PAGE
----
Lesson 1/Learning Event 1
Compare Figures 3 and 4. Using the Sieve Analysis Data Form it is easy to calculate the percentages of
the major soil materials: gravels, sand, and fines. Cobbles are not included in the analysis. Figure 4
shows the particle distribution curve of a predominantly sandy soil. Figure 5 shows distribution curves
for two well-graded and two poorly-graded soil types. "G" stands for gravel, "S" stands for sand.
Therefore, a GW is a soil which is well-graded and predominantly gravel.
Well-graded soils (GW and SW) are separated by a long curve spanning a large size range with a
constant or gently varying slope. Uniformly graded soils (SP curve) would be represented by a steeply
doping curve spanning a narrow size range, and the curve for a gap-graded soil (GP curve) will flatten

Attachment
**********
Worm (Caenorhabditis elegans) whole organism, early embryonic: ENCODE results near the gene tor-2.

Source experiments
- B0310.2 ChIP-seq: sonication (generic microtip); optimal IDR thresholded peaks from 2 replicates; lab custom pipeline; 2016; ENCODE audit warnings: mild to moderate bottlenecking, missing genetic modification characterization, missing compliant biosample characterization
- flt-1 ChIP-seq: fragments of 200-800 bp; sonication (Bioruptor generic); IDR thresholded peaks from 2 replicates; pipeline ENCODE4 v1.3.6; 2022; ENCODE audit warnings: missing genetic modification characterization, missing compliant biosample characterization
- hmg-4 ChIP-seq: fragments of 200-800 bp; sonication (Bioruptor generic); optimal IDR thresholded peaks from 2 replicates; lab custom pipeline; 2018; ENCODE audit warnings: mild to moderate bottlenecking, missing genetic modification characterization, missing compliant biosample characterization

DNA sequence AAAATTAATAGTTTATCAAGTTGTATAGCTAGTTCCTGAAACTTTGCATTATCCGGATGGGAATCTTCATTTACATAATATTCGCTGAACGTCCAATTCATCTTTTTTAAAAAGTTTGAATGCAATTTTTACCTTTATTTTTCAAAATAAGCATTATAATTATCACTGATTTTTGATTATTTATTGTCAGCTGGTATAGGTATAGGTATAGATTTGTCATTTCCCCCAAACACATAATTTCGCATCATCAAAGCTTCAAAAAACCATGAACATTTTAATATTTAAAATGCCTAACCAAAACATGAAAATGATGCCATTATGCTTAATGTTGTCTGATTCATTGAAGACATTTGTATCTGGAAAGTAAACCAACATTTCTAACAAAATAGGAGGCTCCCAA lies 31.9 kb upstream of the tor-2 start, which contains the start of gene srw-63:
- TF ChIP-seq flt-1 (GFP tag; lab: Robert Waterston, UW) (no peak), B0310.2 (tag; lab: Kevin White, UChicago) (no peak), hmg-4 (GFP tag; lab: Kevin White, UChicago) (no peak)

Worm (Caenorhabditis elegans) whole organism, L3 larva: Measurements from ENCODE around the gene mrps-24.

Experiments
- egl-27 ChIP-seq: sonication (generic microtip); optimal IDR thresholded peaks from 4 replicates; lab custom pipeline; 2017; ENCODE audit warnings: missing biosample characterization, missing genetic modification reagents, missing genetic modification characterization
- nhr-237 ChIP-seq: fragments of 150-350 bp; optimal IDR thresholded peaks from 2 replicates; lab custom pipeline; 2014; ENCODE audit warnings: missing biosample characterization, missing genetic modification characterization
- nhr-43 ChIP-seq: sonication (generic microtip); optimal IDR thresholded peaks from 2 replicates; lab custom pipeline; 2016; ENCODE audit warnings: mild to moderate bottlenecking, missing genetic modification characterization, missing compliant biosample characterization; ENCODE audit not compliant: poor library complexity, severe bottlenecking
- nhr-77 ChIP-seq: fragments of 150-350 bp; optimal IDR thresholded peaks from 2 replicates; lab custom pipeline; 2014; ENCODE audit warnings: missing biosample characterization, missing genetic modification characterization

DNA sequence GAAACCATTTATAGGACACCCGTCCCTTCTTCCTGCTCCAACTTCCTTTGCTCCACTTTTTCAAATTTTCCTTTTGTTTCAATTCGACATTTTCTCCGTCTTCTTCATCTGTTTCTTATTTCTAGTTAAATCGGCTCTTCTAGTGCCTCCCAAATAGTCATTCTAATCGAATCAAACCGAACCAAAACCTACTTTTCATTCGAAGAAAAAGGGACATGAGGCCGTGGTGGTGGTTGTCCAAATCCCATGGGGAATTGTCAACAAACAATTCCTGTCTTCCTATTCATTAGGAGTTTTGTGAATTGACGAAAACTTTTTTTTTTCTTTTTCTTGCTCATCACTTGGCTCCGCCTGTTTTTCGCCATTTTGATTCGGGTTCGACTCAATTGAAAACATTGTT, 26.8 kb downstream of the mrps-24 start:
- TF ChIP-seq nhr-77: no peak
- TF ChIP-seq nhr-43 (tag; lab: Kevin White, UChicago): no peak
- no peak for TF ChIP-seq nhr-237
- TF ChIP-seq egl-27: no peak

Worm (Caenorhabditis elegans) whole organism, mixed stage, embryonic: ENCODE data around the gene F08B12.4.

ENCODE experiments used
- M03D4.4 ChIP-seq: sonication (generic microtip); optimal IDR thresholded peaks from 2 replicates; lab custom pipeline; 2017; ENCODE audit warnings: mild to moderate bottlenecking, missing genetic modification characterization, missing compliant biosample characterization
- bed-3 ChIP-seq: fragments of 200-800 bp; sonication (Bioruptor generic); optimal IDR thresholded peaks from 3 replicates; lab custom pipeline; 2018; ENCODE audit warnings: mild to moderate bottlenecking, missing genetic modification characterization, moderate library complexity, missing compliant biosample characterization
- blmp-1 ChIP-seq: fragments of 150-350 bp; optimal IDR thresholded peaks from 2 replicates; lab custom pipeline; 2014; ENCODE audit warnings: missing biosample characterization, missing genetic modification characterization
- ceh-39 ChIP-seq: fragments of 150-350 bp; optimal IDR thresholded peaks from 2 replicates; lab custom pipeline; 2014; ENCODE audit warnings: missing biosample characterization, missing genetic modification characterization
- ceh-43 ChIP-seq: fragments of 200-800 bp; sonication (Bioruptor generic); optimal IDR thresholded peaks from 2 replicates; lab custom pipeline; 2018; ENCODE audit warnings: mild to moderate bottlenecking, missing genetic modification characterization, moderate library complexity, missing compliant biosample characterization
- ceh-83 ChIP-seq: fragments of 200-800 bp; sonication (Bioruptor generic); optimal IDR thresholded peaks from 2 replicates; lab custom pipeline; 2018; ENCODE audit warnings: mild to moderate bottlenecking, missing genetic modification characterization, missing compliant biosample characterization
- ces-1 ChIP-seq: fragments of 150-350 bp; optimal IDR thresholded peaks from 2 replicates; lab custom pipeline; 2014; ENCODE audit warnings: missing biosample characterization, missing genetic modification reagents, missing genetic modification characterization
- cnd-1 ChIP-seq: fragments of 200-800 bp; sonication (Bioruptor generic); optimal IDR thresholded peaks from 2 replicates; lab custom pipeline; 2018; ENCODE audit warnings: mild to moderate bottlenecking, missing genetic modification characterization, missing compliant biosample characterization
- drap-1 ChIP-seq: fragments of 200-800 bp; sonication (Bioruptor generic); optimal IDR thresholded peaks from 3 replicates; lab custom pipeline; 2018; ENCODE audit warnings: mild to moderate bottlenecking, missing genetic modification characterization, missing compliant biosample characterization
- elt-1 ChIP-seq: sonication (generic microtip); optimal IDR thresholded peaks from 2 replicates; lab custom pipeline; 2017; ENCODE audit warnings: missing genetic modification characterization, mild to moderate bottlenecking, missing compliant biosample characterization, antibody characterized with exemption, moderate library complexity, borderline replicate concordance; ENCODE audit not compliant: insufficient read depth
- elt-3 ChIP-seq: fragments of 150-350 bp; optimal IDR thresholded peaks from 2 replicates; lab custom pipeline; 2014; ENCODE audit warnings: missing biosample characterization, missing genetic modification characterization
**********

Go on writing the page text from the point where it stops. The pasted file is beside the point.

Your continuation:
out in the area of the grain size deficiency.
You may also calculate the percentage of each grain type using the Grain Size Distribution Graph. Note
that the abscissa (the horizontal coordinate of a point) of the graph is divided into percent by weight. To
calculate the percent of a given grain type (for example, sand) begin by tracing a line straight down from
the sieve size that retains gravel, #4. Where that line intersects the distribution curve, trace a line
horizontally to the left and note the percent value where that line intersects the abscissa. Next trace a
line directly down from the #200 sieve size at the top. Where that line intersects the curve, make a line
horizontally to the left again. Subtract the second percent value from the first. The difference equals the
percentage of sand in the soil sample.
The rule stated earlier, the higher the density the stronger the soil, applies to grain size. Generally,
coarse grain soils can be compacted to a greater density than fine grained soils. Frequently, the largest
practical size for use in a construction project is one-half the compacted thickness. (Refer to Table 1.)
Note that fines can be silts, clays, or a combination of both.